THE THREE SHEEP.
A farmer had three sheep and an arrangement of sixteen pens, divided off
by hurdles in the manner indicated in the illustration. In how many
different ways could he place those sheep, each in a separate pen, so
that every pen should be either occupied or in line (horizontally,
vertically, or diagonally) with at least one sheep? I have given one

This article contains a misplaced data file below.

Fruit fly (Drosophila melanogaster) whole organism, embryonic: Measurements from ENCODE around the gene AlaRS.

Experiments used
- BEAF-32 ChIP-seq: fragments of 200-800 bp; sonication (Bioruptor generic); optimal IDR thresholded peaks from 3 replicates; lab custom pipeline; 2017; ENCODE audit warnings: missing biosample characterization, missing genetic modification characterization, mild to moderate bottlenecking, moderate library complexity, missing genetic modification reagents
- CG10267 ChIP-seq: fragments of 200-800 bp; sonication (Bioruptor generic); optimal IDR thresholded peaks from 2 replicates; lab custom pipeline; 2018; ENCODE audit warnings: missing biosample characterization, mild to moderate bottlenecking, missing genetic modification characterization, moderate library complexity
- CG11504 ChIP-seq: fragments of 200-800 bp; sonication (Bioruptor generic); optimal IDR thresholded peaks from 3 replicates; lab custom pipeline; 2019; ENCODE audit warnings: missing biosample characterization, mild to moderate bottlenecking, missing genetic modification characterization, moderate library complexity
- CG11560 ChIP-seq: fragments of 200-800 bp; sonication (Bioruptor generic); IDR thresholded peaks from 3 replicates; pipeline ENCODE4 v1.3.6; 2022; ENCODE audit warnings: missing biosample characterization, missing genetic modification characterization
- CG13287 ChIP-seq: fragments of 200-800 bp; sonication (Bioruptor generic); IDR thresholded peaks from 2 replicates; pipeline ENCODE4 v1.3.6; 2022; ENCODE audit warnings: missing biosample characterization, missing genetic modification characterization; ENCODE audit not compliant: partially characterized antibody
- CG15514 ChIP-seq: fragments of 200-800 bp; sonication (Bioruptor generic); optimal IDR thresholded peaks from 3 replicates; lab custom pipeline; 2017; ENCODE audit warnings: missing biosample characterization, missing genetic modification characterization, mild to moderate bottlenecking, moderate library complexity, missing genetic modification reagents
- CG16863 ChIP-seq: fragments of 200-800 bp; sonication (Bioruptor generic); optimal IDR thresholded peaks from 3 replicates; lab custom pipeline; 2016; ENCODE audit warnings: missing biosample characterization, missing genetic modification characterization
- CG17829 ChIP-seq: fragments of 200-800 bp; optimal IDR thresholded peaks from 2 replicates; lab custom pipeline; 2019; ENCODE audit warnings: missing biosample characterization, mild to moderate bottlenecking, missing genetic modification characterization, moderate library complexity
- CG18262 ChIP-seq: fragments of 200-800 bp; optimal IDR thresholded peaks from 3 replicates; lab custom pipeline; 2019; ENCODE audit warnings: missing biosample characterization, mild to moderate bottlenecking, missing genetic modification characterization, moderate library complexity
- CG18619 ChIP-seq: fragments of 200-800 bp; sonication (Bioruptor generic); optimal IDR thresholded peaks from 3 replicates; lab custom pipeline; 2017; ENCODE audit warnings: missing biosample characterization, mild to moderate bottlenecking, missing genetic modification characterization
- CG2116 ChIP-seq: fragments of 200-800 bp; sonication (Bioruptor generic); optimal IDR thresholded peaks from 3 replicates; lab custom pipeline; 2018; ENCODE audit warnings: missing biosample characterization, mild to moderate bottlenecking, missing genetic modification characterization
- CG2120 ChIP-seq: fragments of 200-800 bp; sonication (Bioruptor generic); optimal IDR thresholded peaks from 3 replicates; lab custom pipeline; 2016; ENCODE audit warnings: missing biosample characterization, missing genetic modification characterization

arrangement that fulfils the conditions. How many others can you find?
Mere reversals and reflections must not be counted as different. The
reader may regard the sheep as queens. The problem is then to place the
three queens so that every square shall be either occupied or attacked
by at least one queen--in the maximum number of different ways.
Next: THE FIVE DOGS PUZZLE.
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